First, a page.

Juanita Swedenburg, a warm woman with a head of curly gray hair, is the last person one would think to call an "elite" member of "special interests" who's out to profit from corrupting America's youth. Yet according to the Wine and Spirits Wholesalers of America, whose members earn billions of dollars annually keeping supermarket and liquor stores shelves stocked with alcoholic beverages, that is exactly what she is.
Juanita's family has been farming Virginia's soil for over 300 years. Today, she raises beef cattle and grapes-Chardonnay, Reisling, Pinot Noir, Seyval, Cabernet Sauvignon-which she turns into just under 2,000 cases of wine and sells at the Swedenburg Winery in Middleburg, Virginia. Like thousands of other small vintners, she would also like to ship her wine directly to her customers, who come from all over the country.
But such simple commerce is illegal in 30 states, which require all alcohol sales to be routed through licensed wholesalers who mark it up and take a cut before letting it pass on to the consumer.
Last week, Juanita teamed up with a small California winery, three New York wine enthusiasts and the Institute for Justice, a DC-based public interest law firm, and filed suit in U.S. District Court for the Southern District of New York in an attempt to force New York to repeal its laws that prevent out of state wineries from shipping directly to New York residents. So draconian are New York's laws that residents who visit out of state wineries can't ship wine to themselves. The Empire State even prohibits non-New York wineries from sending advertisements to its residents, a restriction that is certainly out of date in the Internet age.
In fact, the most common wine distribution regime, which requires producers to sell to wholesalers who then sell to retailers who then sell to consumers, is archaic in today's communication economy. Consumers, after all, can easily bypass the limited selection on store shelves and click straight to the source. This is good news for consumers, who will no longer have to support an extra layer of costs and profits (wine wholesalers mark up the price 18 to 24 percent) unless they chose to do so. It is certainly good news for small, specialized boutique producers like Juanita, who can reach customers directly and carve out profitable niches.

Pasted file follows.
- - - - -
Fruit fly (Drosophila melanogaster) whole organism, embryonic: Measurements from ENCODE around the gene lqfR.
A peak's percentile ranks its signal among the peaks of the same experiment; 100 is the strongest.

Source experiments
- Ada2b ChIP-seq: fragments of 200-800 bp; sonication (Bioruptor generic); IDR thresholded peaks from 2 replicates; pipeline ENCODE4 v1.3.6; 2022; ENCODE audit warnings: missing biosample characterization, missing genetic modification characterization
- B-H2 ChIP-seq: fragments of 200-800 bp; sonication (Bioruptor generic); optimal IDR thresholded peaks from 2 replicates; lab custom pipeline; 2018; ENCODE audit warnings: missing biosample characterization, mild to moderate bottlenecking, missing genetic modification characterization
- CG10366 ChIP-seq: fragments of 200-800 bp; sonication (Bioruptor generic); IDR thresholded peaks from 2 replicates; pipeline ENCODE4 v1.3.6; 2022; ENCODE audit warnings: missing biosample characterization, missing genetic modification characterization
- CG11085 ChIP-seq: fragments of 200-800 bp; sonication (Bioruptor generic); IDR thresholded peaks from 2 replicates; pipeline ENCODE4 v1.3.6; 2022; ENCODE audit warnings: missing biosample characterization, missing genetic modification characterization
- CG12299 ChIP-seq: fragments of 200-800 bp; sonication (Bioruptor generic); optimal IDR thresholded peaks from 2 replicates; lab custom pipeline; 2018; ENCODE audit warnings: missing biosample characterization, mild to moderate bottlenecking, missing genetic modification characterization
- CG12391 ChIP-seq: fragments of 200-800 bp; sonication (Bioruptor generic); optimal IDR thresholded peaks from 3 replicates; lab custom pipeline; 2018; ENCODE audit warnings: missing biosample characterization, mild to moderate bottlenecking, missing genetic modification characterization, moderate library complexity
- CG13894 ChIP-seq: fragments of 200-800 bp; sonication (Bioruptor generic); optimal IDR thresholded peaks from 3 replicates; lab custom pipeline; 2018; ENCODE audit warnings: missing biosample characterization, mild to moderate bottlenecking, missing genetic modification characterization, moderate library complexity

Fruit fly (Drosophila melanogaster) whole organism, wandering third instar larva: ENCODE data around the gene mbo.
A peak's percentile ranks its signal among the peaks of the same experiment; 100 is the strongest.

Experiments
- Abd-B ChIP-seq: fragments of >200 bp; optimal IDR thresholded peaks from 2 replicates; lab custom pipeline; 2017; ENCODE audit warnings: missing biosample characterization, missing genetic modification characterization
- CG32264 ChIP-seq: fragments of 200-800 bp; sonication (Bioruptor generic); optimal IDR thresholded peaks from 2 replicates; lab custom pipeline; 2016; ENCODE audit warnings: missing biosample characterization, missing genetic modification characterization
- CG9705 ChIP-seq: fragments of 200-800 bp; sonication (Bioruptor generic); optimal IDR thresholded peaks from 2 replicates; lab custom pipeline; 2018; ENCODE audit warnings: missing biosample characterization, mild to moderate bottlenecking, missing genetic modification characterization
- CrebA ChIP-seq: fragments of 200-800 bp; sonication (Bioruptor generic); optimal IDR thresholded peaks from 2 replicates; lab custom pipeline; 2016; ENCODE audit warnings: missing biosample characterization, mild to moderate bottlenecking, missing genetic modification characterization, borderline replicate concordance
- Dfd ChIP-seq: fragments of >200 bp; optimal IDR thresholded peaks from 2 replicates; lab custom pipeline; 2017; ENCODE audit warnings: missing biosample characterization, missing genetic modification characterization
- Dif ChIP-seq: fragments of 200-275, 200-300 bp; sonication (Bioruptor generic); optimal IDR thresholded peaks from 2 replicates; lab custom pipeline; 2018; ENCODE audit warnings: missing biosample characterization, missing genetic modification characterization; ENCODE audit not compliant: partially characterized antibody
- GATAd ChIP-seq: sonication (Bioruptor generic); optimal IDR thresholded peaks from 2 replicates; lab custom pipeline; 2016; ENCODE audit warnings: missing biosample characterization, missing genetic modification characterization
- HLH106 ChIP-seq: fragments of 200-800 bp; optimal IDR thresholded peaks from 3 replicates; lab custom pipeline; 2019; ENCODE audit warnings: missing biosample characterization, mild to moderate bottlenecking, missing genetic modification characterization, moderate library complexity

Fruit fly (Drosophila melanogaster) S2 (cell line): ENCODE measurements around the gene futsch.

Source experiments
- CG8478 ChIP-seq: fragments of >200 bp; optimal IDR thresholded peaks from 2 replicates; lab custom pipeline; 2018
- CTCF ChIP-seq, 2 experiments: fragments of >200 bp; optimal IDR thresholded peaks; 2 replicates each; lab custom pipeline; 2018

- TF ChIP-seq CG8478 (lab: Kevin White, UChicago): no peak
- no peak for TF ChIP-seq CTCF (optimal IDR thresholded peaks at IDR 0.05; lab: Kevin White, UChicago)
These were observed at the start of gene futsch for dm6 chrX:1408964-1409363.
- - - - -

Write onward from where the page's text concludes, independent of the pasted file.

It's not such happy news for the wholesaler middlemen, who are fighting emerging entrepreneurs. The wholesalers' weapons include long term relationships with state and federal legislators, the 21st Amendment to the U.S. Constitution, which repealed prohibition and gave states the right to regulate alcohol sales, and exaggerated rhetoric. Thus Wine and Spirits Wholesalers of America CEO Juanita Duggan accuses small vintners like Swedenburg of wanting to "legitimize the growing black market in illegal alcohol sales, sell direct to consumers, pocket outrageous profits and avoid state taxes."
The outcome of Juanita Swedenburg's New York suit, and four others currently moving forward against Florida, Indiana, Texas and Virginia, will depend on how judges conceive of the regulations. If judges consider them temperance laws, then they will probably deem them constitutional. But if judges consider the regulations protectionist impediments to interstate commerce, they will surely strike them down. And there's reason to believe the court will choose the latter-especially in the case of New York.
While wholesalers supporting New York's regulations argue that they are necessary to prevent minors from purchasing wine on the Internet, this appears to be a red herring. After all, New York allows its own wineries to deliver their products directly to consumers. As for the taxes, wineries are on record as being willing to work with New York to collect sales taxes. "This is the oldest gambit of American politics: economic protectionism," says IJ attorney Clint Bolick. "These laws are designed to preserve the monopoly of liquor wholesalers who control all out-of-state wine in New York."
Bolick is right. It's not Juanita Swedenburg who represents a "small group of special interests," as the Wine and Spirits Wholesalers assert. It's the other Juanita, Juanita Duggan, the head of the Wholesalers. Let's hope her narrow interests are defeated in court.